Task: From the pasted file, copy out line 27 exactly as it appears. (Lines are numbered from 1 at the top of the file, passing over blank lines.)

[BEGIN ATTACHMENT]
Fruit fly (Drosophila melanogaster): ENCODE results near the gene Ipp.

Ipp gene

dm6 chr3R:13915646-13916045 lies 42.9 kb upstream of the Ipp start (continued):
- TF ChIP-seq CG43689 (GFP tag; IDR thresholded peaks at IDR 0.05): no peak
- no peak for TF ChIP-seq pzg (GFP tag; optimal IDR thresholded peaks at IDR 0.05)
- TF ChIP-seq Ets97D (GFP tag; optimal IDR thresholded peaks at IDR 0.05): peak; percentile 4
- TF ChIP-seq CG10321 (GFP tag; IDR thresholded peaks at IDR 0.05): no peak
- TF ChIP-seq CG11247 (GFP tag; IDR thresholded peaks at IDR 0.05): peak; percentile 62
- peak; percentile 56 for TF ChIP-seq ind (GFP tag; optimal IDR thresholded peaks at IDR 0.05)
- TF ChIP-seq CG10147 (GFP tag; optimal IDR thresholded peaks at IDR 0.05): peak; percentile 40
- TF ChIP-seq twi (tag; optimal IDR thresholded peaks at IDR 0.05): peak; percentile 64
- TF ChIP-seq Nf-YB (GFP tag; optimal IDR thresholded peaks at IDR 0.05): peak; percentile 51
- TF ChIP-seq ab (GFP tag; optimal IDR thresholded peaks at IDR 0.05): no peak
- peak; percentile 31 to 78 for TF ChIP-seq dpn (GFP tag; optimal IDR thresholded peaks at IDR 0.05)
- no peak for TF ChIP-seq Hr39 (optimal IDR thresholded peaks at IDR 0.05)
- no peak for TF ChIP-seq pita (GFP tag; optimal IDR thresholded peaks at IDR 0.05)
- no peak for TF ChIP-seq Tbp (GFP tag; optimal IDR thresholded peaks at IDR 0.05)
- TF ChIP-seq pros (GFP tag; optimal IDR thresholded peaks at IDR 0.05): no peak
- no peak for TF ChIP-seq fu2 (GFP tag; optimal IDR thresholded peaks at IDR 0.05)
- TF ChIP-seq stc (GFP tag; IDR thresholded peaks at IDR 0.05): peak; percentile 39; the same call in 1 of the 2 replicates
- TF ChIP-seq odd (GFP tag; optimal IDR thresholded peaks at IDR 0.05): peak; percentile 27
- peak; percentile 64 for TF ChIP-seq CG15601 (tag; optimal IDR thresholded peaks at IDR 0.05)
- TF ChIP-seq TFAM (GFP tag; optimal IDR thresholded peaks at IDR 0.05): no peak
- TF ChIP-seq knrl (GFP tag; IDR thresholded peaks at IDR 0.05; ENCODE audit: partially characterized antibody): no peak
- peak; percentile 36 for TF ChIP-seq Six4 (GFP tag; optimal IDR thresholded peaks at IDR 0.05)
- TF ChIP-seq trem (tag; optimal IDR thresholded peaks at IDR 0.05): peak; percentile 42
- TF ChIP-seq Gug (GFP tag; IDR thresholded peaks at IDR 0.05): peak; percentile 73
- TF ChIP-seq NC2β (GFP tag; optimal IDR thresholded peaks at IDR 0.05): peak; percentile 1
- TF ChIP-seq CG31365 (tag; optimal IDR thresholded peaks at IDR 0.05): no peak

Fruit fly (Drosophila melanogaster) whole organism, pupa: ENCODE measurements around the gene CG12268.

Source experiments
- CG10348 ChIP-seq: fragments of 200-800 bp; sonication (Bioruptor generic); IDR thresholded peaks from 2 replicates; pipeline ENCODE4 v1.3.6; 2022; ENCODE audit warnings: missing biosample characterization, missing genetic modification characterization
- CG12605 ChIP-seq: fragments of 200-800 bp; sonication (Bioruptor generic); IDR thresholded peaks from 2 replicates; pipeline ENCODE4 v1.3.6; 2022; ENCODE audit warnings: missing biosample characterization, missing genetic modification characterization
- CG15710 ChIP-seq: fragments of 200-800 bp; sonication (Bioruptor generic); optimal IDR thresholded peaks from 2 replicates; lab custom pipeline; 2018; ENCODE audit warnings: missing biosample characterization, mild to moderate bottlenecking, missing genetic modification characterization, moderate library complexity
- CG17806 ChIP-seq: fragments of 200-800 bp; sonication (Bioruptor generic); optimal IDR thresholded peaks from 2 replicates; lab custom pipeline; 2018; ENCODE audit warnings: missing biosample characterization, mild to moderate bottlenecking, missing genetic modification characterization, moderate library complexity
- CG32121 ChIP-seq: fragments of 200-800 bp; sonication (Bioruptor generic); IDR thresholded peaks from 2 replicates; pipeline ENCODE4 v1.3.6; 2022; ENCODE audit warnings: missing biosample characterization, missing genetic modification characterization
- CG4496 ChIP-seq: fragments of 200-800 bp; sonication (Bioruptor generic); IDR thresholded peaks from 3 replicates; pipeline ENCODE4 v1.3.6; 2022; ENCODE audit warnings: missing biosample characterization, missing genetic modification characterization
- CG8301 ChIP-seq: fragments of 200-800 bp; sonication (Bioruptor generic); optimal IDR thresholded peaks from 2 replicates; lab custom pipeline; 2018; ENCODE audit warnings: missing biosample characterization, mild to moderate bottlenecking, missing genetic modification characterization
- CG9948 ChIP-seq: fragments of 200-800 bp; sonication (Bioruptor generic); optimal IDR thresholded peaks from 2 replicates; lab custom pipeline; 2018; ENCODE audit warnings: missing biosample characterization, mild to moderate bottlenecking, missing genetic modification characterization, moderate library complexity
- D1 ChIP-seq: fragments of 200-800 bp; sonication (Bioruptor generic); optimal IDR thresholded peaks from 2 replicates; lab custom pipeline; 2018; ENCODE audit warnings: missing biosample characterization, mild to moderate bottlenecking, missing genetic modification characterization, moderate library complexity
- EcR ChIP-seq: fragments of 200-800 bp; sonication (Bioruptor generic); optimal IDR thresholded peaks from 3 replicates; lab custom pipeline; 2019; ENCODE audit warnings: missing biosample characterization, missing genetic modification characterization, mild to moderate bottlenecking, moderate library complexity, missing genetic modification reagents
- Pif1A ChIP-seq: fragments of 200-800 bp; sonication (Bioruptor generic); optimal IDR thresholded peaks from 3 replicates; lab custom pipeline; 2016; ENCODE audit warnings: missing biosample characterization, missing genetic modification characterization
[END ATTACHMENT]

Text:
- TF ChIP-seq Gug (GFP tag; IDR thresholded peaks at IDR 0.05): peak; percentile 73